So Brian and I realize that we have only one more day of freedom before the 2004-05 school year begins. This means, of course, it's time to get back into a teaching mindset. Therefore I will start the process by relating this story as if it were a lesson plan. No talking, please, and there will be no passes to the restroom.

Today's lesson will focus on Joseph Campbell's concept of the Monomyth, a general framework which provides a description of the significant elements of the world's mythology. He summarizes his theory in his book The Hero with a Thousand Faces: "The hero ventures forth from the world of common day into a region of supernatural wonder: fabulous forces are there encountered and a decisive victory is won: the hero comes back from this mysterious adventure with the power to bestow boons on his fellow man" (30).


Joseph Campbell's Monomyth

The ancient hero myths of Odysseus, Hercules, Theseus, Jason and the Argonauts and Perseus all adhere to the Monomyth. Modern hero stories such as Superman and Star Wars also keep with Campbell's model.

With no preconceived plans in mind we climb in the Hybrid, jump on the 10 West and, much like the mythological Greek heroes Odysseus and Hercules, face whatever fate Zeus et al. have decided for us.


In classic mythology, the hero leaves the homeland on a quest that takes him over a supernatural threshold into a strange land.




Yep, this seems supernatural.




A co-hero lends a steady hand through a series of ordeals, especially into the back alleys of Downtown L.A..




While deciding upon a specific quest the discoveries can also be exciting and sexy.




Sidenote: I wonder what we can get for a slightly used but very boring English and drama teacher. We'll take that guy on the right. Hell, we'll take the fire hydrant or mailbox.




Cash out, Brian makes the first purchase of the day: an electric dolphin aquarium for his daughter.




I like big butts and I cannot lie.... Well, ok, not quite the damsel in distress to which the hero is typically drawn.




A thousand bucks for a bird. Hmm... Yet, no, our heroes still have not discovered their quest.




A series of obstacles must block the hero's path to an enchanted land where final victory awaits. After leaving downtown we jumped onto the 101 North only to be tailgated, harassed and honked at by some of the local thugs.




Campbell explains that beyond the threshold the hero journeys through a world of unfamiliar forces, some of which severely threaten him.




The heroes must look deeply for the inherent courage that will ultimately allow them to pass these tests and defeat the villains.




Soon the hunted becomes the hunter.




Ultimately, the hero must stand on his own, face the darkness and conquer it before returning to reality, stronger and wiser.




The journey continues to Melrose where the dashing hero discovers a temple built by the natives as a place of worship to him.




Why the look of amazement mingled with disgust on our hero's face?




Could it be the $48.00 price tag on an old, faded Neil Diamond t-shirt? Lesson for the day: "vintage" = absurdly expensive.




AKA Von Stupid. Seriously people, the trend is dead.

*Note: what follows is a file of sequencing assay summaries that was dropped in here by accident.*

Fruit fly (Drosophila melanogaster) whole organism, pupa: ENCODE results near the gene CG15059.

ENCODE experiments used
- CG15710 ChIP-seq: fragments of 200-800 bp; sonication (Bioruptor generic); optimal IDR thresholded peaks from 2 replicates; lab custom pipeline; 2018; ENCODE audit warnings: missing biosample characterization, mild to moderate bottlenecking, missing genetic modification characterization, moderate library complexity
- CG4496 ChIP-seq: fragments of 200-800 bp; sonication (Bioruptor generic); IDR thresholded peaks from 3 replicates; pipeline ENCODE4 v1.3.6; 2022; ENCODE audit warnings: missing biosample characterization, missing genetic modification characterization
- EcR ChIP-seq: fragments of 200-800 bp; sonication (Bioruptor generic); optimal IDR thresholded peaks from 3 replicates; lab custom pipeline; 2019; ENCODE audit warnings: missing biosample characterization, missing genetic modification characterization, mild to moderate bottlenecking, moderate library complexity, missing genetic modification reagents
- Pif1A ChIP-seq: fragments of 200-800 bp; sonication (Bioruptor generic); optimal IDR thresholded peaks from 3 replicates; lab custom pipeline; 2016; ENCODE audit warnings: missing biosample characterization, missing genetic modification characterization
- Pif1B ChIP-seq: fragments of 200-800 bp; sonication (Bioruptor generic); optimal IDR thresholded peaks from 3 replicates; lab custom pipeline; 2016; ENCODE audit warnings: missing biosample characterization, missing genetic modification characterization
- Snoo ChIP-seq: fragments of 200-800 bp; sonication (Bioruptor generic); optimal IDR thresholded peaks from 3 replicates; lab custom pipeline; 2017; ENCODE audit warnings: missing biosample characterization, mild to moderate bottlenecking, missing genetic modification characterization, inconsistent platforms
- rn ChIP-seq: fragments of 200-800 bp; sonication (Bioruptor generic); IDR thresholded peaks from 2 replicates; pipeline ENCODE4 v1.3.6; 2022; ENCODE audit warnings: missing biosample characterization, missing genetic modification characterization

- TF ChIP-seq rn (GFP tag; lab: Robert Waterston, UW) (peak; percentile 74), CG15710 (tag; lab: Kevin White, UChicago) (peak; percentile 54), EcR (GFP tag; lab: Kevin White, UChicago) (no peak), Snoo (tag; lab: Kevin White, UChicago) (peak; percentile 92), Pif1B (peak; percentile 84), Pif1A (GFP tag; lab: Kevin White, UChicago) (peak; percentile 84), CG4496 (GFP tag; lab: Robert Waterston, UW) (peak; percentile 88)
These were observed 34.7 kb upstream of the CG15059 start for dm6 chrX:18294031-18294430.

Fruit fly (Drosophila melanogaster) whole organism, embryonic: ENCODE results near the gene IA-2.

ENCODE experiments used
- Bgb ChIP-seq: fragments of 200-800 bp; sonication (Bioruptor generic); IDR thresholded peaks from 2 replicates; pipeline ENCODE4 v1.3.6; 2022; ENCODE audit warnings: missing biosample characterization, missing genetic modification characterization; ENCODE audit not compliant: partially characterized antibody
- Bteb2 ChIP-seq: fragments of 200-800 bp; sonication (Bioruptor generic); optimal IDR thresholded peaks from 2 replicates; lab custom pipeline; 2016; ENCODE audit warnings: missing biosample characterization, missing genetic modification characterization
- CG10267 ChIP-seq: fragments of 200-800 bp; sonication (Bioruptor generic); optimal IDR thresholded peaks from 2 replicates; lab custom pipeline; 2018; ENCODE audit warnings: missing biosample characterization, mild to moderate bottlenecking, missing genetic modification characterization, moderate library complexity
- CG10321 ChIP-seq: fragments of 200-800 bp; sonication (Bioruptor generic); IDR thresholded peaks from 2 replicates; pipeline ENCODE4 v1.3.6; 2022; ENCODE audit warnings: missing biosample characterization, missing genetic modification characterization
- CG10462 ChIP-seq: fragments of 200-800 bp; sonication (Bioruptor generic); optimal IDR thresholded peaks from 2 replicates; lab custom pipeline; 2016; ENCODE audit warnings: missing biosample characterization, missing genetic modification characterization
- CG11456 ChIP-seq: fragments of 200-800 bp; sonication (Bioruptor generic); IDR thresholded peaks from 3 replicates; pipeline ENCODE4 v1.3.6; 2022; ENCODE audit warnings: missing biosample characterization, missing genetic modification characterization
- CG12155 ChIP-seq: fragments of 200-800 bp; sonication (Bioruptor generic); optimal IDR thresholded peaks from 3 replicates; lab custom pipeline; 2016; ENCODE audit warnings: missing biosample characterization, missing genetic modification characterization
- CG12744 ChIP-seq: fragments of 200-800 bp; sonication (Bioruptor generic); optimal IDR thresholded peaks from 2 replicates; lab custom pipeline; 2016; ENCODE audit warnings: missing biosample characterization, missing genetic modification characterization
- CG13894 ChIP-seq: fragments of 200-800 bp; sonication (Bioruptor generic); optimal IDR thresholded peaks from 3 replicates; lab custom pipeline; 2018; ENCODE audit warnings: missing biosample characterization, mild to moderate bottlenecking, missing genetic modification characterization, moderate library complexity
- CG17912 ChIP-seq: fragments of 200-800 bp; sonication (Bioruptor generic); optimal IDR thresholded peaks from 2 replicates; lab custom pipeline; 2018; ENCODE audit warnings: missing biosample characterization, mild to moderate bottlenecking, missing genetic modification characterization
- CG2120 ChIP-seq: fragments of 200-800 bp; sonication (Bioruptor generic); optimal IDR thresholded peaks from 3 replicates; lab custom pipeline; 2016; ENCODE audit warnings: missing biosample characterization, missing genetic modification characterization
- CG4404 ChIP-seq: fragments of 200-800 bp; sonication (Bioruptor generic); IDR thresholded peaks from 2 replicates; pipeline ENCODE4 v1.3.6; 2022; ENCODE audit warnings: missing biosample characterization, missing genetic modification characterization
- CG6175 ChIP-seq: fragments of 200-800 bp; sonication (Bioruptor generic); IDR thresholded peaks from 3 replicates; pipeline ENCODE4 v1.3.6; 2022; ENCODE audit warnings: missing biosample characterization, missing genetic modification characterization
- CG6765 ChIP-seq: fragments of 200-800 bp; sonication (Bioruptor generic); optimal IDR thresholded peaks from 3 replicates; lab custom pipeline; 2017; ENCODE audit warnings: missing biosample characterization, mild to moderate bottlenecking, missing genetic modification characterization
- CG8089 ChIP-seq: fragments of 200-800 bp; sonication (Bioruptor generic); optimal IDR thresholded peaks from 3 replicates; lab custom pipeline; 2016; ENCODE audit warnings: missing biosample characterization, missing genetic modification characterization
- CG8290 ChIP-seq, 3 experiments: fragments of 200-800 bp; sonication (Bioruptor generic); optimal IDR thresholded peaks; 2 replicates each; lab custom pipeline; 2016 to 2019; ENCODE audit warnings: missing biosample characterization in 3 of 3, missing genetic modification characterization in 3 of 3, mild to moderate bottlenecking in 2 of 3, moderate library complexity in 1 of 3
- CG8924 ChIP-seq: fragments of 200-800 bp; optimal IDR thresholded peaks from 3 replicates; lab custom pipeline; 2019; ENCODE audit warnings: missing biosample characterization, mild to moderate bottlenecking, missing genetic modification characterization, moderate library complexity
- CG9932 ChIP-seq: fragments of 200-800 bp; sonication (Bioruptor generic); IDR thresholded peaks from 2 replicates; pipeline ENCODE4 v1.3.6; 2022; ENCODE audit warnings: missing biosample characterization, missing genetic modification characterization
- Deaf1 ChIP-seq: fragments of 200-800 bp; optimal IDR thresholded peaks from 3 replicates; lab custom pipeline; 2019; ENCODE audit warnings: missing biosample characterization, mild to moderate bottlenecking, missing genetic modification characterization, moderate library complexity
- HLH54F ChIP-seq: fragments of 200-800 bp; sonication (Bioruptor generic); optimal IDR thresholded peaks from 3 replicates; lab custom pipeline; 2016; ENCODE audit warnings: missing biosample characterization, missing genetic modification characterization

Again, the hero finds examples of worship by the locals, this time in literary form, a way to communicate his legendary exploits.




The fearless hero throws out a challenge to the most vile and dangerous evildoer of them all.




Even heroes need to refuel; what better place than Johnny Rockets?




While eating we watched a film crew at work practically right next to us. Check out the camouflage kilt on the director.




Say hello to Missy, apparently the star of this film. The director was overheard telling her agent, "I hope we didn't abuse her to too much." Oh yeah, I'll be renting this one.




Every journey takes its toll.




Did I mention the supernatural earlier? Seriously, WTF?




Along the way the hero is guided by jesters, though I'm not so sure they are supposed to be this freaky. It's time to move on from this part of the adventure.




On the 10 East at the Baldwin exit the carpool lane breaks into two parts: the right goes into normal traffic while the left is the MTA bus lane that travels to the bus station. Few people have traveled this path. But then few people are of heroic nature.




Much like Theseus who chose the more difficult route in order to battle murderous bandits, thus cementing his hero status, guess which lane the intrepid heroes chose...




That would be correct.




D'oh! Below the threshold of adventure the hero encounters a shadowy presence that guards the passage.




One hero to the other: "Dude, hide the camera!"




The hero laughs at the shadowy dangers of the adventure.




After we've been ordered to make a U-turn , of course.




Back to the freeway.




But this time we are on the 10 West just before the Rosemead Blvd. exit. Rosemead! Our heroes gotta represent.




Then, just as all seems lost, we discover our quest.




When the heroes arrive at the nadir of the mythological round, they undergo a supreme ordeal and gain their reward: Piņatas, baby!




At the return threshold the hero re-emerges from the kingdom of dread. The boon that he brings restores the world, or at the very least makes the hero's daughter happy because now her birthday party will be complete.